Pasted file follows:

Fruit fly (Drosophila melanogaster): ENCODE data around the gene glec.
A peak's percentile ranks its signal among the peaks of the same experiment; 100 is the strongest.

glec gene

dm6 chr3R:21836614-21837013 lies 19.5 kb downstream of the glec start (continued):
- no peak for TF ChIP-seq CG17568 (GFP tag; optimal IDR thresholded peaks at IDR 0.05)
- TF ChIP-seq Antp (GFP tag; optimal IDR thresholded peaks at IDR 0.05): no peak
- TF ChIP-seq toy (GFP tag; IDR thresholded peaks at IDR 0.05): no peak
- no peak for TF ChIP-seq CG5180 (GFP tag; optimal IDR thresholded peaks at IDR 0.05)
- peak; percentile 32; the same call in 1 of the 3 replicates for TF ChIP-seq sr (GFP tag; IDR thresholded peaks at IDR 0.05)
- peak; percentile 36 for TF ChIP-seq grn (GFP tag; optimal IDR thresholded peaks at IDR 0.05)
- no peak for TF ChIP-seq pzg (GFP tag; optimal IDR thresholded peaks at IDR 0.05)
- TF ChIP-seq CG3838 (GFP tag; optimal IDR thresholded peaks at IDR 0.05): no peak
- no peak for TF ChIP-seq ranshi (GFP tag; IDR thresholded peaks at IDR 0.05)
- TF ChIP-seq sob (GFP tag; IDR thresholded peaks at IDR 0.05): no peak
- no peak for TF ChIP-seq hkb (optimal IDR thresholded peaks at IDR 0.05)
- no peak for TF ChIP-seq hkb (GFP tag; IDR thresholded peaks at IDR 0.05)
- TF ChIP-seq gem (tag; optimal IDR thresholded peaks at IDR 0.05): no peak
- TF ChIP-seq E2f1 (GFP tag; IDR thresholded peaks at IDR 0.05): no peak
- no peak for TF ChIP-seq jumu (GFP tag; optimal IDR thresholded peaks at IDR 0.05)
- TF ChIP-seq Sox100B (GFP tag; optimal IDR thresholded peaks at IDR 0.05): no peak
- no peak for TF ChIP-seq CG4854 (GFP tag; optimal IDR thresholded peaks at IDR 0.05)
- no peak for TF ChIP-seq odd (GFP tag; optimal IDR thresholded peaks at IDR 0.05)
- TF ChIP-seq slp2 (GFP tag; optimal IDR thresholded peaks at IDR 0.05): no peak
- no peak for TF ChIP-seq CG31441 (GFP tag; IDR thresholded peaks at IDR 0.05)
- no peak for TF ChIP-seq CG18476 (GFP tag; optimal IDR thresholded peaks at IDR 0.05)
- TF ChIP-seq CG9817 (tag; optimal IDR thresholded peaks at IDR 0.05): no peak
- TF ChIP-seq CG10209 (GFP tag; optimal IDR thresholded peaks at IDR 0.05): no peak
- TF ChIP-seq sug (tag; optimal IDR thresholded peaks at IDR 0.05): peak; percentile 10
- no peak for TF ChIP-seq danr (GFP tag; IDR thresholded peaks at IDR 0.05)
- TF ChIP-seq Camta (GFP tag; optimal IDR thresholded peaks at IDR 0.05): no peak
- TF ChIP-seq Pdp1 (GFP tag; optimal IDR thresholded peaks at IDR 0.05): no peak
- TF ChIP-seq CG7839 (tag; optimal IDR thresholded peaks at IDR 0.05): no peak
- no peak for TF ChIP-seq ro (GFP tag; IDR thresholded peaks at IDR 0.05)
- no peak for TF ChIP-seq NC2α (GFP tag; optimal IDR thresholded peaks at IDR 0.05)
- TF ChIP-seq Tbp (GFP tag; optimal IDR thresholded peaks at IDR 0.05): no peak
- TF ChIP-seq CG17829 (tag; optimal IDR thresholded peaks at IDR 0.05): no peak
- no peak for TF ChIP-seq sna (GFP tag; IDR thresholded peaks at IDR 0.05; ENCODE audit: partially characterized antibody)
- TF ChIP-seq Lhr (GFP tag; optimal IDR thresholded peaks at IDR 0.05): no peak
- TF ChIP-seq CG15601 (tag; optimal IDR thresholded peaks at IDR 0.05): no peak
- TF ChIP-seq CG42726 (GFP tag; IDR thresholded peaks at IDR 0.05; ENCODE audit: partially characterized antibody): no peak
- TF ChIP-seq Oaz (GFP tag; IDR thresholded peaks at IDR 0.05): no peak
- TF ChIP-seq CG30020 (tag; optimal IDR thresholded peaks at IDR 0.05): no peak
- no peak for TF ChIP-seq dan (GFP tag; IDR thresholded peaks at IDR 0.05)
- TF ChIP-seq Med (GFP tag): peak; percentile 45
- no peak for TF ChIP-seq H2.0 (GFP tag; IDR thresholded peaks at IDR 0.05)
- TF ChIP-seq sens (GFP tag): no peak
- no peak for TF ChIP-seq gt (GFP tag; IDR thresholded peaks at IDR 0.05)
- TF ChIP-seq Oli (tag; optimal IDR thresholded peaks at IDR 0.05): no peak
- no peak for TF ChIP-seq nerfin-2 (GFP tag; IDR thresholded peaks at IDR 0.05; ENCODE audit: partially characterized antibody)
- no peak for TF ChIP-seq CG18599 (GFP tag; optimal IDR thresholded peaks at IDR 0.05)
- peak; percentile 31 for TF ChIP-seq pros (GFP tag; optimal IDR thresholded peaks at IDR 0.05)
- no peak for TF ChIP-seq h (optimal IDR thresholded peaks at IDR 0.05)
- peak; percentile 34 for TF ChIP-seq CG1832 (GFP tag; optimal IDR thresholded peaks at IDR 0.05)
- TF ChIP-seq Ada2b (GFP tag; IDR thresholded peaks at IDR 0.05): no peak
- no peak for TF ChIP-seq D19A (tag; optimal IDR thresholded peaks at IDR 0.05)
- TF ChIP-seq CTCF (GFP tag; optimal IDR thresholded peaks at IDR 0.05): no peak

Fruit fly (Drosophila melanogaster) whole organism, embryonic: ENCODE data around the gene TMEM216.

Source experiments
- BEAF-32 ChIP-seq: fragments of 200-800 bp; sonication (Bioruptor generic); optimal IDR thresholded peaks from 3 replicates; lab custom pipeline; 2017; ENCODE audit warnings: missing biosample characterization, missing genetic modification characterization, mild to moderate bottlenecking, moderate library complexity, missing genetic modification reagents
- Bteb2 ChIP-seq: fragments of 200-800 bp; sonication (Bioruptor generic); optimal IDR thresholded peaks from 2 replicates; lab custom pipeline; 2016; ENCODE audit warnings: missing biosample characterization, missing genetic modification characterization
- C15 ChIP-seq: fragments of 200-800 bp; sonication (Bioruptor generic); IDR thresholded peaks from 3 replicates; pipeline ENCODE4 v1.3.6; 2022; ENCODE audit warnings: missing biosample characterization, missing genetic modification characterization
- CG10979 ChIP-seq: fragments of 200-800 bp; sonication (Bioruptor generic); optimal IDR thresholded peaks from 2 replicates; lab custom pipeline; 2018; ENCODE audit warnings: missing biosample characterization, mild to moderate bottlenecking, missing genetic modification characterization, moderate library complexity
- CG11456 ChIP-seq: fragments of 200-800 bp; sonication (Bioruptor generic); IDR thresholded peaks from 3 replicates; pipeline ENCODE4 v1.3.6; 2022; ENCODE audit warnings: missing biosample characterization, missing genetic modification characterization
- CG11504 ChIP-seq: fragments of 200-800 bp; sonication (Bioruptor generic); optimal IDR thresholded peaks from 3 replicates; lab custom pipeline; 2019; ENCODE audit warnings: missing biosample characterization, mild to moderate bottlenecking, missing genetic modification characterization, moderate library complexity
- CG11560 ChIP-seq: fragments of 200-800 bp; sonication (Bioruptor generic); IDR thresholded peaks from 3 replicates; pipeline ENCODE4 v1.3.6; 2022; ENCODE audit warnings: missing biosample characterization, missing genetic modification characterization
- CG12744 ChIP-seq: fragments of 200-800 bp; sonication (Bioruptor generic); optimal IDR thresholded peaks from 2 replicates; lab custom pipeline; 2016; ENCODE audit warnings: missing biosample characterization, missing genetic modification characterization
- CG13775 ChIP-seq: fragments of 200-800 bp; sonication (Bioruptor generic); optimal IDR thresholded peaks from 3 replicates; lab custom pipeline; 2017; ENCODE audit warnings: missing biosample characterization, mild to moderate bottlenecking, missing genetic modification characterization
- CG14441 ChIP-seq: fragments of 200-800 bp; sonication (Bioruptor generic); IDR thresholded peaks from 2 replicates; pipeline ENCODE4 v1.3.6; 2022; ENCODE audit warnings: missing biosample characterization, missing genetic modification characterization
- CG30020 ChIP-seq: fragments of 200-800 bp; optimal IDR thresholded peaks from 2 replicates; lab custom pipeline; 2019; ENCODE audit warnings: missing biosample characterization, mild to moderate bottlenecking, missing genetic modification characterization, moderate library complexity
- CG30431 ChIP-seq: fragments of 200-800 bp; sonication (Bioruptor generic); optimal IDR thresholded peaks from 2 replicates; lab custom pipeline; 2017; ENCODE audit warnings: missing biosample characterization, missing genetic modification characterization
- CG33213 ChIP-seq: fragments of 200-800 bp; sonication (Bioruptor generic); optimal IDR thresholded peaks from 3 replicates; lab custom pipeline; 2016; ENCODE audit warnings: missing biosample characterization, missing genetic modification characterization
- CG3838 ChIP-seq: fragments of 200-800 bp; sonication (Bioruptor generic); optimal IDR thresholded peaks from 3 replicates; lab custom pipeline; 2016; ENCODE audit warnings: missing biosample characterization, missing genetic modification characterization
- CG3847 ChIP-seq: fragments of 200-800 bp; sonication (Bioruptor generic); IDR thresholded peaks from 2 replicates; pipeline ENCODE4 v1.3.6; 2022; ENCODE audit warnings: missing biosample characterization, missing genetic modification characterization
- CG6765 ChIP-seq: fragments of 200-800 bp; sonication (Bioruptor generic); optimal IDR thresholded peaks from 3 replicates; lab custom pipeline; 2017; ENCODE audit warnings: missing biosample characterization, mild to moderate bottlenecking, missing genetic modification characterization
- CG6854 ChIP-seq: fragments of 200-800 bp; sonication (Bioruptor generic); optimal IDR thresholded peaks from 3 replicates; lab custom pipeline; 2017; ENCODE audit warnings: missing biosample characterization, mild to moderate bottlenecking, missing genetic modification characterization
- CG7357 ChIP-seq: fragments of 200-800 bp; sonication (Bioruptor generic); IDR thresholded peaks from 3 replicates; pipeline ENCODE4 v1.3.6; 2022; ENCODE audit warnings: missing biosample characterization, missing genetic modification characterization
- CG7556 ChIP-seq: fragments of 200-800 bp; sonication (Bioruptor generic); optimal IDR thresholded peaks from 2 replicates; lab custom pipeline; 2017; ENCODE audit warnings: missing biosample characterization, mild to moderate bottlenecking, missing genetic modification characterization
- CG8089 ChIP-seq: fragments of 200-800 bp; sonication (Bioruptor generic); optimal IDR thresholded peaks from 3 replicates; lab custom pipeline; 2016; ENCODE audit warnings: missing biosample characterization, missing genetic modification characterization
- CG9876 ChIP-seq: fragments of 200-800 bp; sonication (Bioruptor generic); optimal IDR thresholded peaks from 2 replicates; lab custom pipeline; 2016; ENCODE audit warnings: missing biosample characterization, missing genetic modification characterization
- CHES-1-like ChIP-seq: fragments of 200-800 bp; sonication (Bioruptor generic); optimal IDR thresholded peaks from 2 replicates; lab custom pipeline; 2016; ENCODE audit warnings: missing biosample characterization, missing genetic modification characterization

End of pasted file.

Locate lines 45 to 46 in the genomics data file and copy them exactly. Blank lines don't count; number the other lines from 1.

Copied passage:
- no peak for TF ChIP-seq H2.0 (GFP tag; IDR thresholded peaks at IDR 0.05)
- TF ChIP-seq sens (GFP tag): no peak